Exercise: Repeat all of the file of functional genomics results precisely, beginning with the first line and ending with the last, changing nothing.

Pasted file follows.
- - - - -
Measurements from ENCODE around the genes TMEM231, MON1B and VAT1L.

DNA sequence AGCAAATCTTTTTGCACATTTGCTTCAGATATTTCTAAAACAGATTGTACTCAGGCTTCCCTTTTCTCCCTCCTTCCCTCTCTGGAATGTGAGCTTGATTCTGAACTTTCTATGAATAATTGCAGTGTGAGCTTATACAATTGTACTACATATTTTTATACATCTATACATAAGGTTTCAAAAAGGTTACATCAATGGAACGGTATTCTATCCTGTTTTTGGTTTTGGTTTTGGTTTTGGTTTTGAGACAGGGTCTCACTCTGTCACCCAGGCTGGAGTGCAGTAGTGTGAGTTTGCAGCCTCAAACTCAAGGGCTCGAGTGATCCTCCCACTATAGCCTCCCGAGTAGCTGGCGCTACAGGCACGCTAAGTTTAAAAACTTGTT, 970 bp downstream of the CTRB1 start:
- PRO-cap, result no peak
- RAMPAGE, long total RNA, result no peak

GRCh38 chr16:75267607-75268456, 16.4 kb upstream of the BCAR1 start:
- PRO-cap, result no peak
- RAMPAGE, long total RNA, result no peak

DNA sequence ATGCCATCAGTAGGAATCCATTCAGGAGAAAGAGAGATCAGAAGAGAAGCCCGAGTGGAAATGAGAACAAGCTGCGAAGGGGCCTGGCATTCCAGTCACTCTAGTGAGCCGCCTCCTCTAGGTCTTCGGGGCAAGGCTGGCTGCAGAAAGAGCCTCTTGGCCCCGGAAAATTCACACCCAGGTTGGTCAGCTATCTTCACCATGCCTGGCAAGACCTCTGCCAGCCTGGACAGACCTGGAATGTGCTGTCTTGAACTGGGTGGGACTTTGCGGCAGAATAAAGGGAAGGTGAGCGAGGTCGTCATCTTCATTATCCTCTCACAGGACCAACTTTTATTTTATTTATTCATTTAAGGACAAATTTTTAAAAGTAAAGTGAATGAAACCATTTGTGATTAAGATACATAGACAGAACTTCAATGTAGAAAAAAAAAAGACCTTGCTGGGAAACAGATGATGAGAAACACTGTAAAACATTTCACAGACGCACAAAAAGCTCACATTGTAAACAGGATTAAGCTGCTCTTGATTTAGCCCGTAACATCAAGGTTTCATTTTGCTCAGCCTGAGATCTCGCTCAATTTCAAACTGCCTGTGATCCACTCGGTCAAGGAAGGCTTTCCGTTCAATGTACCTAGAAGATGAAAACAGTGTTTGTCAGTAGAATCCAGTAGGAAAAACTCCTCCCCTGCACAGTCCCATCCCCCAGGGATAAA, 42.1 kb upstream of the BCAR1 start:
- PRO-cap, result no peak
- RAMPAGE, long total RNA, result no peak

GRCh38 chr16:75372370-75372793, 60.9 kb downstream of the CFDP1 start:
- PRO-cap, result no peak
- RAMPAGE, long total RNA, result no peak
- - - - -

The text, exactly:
Measurements from ENCODE around the genes TMEM231, MON1B and VAT1L.

DNA sequence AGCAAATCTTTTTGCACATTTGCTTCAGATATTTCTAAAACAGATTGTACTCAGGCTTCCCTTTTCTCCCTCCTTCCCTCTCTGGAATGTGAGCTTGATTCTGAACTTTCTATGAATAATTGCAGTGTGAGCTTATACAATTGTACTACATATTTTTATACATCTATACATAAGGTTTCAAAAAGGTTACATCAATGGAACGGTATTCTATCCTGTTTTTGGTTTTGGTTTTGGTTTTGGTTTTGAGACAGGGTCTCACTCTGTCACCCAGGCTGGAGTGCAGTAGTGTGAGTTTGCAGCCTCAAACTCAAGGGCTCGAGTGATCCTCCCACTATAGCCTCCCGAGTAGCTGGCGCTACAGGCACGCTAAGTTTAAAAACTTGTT, 970 bp downstream of the CTRB1 start:
- PRO-cap, result no peak
- RAMPAGE, long total RNA, result no peak

GRCh38 chr16:75267607-75268456, 16.4 kb upstream of the BCAR1 start:
- PRO-cap, result no peak
- RAMPAGE, long total RNA, result no peak

DNA sequence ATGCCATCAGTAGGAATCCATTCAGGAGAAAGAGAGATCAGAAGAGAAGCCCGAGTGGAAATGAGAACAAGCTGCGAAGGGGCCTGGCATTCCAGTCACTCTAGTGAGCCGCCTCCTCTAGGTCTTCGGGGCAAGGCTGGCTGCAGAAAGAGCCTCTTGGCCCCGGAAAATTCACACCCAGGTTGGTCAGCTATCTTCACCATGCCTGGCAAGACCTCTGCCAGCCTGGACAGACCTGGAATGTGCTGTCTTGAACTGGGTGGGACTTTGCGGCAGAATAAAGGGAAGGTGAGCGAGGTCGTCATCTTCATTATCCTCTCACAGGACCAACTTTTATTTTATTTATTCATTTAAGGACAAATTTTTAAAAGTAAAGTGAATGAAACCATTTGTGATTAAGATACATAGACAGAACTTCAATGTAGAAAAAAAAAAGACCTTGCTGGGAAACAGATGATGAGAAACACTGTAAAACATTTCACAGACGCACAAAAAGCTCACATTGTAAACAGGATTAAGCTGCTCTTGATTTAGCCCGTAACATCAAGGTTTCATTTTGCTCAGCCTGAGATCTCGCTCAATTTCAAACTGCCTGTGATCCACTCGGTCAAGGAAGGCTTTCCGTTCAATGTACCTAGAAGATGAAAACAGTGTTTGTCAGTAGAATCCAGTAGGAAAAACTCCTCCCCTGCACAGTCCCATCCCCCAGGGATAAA, 42.1 kb upstream of the BCAR1 start:
- PRO-cap, result no peak
- RAMPAGE, long total RNA, result no peak

GRCh38 chr16:75372370-75372793, 60.9 kb downstream of the CFDP1 start:
- PRO-cap, result no peak
- RAMPAGE, long total RNA, result no peak